Book reviews
Book review , Content / 2009-12-02

Opuscula 2 (2009) is now available for purchase and free download at Also available at,, and Books reviewed in Opuscula 2 (2009) Gunnel Ekroth | M-Z. Petropoulou, Animal sacrifice in ancient Greek religion, Judaism, and Christianity, 100 BC to AD 200 (Oxford Classical monographs), Oxford 2008. xii + 336 p. ISBN 978-0-19-921854-7. Jenny Wallensten | S.I. Johnston, Ancient Greek Divination (Blackwell Ancient Religions), Chichester: Wiley-Blackwell 2008. 193 p. ISBN: 978-1-4051-1573-5. Simon Malmberg | P. von Rummel, Habitus barbarus: Kleidung und Repräsentation spätantiker Eliten im 4. und 5. Jahrhundert. Berlin: de Gruyter 2007. xi + 481 pp. ISBN: 978-3-11-019150-9. Lars Karlsson | O. Henry, Tombes de Carie. Architecture funéraire et culture carienne, VIe–IIe siècle av. J.-C. Rennes: Presses Universitaires de Rennes, 2009. 289 pp., 163 figs., 16 pls. ISBN 978-2-7535-0758-6. Bibliographical information ‘Book reviews’, Opuscula. Annual of the Swedish Institutes at Athens and Rome (OpAthRom) 2, 221–228. Stockholm 2009. ISSN: 2000-0898. ISBN: 978-91-977798-1-4. Softcover, 232 pages.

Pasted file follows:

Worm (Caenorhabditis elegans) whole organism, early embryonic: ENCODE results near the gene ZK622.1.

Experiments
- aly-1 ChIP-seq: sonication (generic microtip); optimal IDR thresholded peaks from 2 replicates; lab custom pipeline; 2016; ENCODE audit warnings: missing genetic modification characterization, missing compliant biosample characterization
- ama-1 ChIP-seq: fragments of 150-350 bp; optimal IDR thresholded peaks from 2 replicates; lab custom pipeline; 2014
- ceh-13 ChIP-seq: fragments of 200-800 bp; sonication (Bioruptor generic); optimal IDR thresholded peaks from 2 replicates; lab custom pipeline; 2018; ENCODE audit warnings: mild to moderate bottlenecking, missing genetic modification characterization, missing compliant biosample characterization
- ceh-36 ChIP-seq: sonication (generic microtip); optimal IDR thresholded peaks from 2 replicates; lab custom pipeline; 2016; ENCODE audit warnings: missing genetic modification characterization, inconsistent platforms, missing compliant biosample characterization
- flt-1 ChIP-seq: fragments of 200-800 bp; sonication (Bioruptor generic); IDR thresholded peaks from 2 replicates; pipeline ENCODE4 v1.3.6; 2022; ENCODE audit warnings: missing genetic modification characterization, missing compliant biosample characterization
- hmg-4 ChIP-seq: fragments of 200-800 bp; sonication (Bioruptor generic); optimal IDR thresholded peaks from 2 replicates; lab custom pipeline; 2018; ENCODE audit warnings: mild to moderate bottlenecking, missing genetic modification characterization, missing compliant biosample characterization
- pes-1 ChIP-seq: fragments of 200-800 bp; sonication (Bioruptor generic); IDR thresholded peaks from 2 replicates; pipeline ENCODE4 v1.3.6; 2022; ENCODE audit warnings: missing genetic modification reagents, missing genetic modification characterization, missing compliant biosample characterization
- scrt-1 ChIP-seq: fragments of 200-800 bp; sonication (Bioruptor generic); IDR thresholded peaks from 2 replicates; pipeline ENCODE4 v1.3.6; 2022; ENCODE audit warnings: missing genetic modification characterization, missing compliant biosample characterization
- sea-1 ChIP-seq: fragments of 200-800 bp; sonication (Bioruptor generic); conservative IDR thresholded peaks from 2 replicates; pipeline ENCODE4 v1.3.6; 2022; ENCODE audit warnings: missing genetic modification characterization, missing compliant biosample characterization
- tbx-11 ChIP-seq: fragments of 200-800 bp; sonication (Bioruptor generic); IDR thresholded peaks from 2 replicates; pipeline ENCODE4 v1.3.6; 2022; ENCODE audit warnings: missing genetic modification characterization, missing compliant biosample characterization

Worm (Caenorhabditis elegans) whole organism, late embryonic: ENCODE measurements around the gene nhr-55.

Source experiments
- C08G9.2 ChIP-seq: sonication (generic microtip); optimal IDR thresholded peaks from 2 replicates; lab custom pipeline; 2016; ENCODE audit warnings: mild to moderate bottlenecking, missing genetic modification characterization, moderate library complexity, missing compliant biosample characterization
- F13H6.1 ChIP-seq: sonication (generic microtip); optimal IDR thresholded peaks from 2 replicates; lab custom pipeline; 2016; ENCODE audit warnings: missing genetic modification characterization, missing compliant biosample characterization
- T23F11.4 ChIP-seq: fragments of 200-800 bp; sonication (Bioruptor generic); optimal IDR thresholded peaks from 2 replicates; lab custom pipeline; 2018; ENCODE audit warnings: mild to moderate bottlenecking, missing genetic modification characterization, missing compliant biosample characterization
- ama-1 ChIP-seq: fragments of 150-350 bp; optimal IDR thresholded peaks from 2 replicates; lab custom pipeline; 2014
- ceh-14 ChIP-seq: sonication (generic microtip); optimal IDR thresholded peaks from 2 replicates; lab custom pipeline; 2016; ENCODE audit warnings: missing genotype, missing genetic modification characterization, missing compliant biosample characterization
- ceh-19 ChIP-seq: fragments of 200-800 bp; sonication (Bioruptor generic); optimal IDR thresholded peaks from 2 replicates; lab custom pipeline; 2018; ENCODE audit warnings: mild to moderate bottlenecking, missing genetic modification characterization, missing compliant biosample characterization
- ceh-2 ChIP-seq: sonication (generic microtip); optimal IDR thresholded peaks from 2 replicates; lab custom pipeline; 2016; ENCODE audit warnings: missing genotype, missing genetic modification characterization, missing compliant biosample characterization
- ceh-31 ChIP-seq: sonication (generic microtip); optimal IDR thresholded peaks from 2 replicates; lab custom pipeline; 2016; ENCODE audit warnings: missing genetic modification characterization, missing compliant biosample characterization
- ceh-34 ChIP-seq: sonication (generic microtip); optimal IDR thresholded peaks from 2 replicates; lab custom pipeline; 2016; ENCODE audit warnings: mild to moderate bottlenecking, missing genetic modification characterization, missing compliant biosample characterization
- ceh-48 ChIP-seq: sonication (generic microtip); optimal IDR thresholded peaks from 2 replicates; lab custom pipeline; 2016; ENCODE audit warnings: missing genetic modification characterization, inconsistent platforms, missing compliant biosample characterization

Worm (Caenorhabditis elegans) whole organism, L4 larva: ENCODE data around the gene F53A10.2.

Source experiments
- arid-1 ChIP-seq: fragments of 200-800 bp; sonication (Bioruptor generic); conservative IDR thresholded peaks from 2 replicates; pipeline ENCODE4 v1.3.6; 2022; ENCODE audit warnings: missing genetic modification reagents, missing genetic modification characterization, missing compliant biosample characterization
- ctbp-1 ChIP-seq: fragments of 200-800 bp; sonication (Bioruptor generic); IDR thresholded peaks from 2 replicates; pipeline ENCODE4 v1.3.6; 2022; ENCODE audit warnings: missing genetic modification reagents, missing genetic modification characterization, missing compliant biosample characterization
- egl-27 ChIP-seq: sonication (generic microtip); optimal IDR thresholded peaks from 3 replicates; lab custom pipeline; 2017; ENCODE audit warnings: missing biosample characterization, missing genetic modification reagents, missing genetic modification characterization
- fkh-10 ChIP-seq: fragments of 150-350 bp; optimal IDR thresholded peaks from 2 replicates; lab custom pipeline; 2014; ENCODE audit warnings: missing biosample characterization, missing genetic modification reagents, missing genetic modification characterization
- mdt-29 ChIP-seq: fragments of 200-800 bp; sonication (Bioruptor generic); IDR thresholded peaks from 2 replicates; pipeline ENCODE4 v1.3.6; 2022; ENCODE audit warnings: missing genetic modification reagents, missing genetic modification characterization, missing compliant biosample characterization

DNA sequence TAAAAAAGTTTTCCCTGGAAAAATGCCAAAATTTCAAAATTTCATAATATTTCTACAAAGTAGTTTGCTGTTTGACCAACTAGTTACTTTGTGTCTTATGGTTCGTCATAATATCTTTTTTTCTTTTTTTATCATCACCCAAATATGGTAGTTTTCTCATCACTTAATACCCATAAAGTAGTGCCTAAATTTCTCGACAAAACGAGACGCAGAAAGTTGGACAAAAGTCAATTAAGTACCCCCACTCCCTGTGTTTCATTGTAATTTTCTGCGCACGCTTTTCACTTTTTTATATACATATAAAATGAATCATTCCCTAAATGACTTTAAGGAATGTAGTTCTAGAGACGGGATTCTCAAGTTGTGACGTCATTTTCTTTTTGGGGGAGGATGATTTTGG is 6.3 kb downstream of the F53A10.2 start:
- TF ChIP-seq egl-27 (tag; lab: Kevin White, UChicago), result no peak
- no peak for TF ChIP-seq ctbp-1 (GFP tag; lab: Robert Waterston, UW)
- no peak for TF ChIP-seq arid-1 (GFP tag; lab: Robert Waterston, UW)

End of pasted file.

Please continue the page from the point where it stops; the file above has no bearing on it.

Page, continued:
ActaRom-4°, 60: Via Tiburtina (2009)

Distributed by AB. Available for purchase at,,, and Via Tiburtina. Space, movement and artefacts in the urban landscape By Hans Bjur & Barbro Santillo Frizell (eds.) How can cities integrate historic layers into their urban development? How can tangible and intangible heritages be read, interpreted and utilised in a sustainable city and landscape development? What significance could an ancient road have in this context? These are the overall questions in this book. It contains a number of different approaches to the interaction between the ancient road Via Tiburtina and the surrounding urban landscape east of Rome towards Tivoli, a rich palimpsest of distinguishable interrelated layers created over at least three millennia. One hypothesis being explored is that structures like Via Tiburtina still can determine the morphology of the urban landscape. Settlements, buildings, space, movement and cultural artefacts have therefore come into focus in investigating whether broken connections could be re-established, and thus creating a dialogue between Rome’s earlier epochs and the future. Contents Index map Introduction Hans Bjur & Barbro Santillo Frizell | Ways to urban landscape archaeology Hans Bjur | That’s the way it is Movement Barbro Santillo Frizell | Changing pastures Simon Malmberg…